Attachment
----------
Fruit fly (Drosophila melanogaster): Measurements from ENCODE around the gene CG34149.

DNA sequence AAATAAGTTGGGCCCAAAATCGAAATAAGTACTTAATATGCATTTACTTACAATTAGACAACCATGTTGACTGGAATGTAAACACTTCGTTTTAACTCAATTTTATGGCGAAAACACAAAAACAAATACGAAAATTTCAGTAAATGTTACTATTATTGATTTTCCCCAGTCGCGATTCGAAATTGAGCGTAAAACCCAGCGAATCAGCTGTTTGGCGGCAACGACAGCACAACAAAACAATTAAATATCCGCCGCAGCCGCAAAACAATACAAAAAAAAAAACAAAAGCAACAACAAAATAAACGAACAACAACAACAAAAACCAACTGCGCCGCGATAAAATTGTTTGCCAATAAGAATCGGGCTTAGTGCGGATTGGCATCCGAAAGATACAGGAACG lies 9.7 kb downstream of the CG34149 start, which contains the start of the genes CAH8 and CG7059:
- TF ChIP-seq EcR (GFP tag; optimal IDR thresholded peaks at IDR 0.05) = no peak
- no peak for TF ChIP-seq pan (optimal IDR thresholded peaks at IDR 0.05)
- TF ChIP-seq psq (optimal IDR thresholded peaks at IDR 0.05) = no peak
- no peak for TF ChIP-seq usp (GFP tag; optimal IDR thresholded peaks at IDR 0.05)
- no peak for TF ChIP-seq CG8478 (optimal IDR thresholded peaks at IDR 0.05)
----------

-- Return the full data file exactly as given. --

Fruit fly (Drosophila melanogaster): Measurements from ENCODE around the gene CG34149.

DNA sequence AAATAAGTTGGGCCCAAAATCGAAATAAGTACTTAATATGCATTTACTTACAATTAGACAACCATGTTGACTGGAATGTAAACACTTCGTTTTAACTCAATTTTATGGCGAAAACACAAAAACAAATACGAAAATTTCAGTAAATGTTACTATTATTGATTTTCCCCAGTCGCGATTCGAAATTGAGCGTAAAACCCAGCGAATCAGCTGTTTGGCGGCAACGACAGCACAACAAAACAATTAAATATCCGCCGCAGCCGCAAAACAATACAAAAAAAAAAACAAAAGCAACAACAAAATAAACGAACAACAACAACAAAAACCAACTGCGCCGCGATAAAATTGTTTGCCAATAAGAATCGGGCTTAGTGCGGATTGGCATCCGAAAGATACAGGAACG lies 9.7 kb downstream of the CG34149 start, which contains the start of the genes CAH8 and CG7059:
- TF ChIP-seq EcR (GFP tag; optimal IDR thresholded peaks at IDR 0.05) = no peak
- no peak for TF ChIP-seq pan (optimal IDR thresholded peaks at IDR 0.05)
- TF ChIP-seq psq (optimal IDR thresholded peaks at IDR 0.05) = no peak
- no peak for TF ChIP-seq usp (GFP tag; optimal IDR thresholded peaks at IDR 0.05)
- no peak for TF ChIP-seq CG8478 (optimal IDR thresholded peaks at IDR 0.05)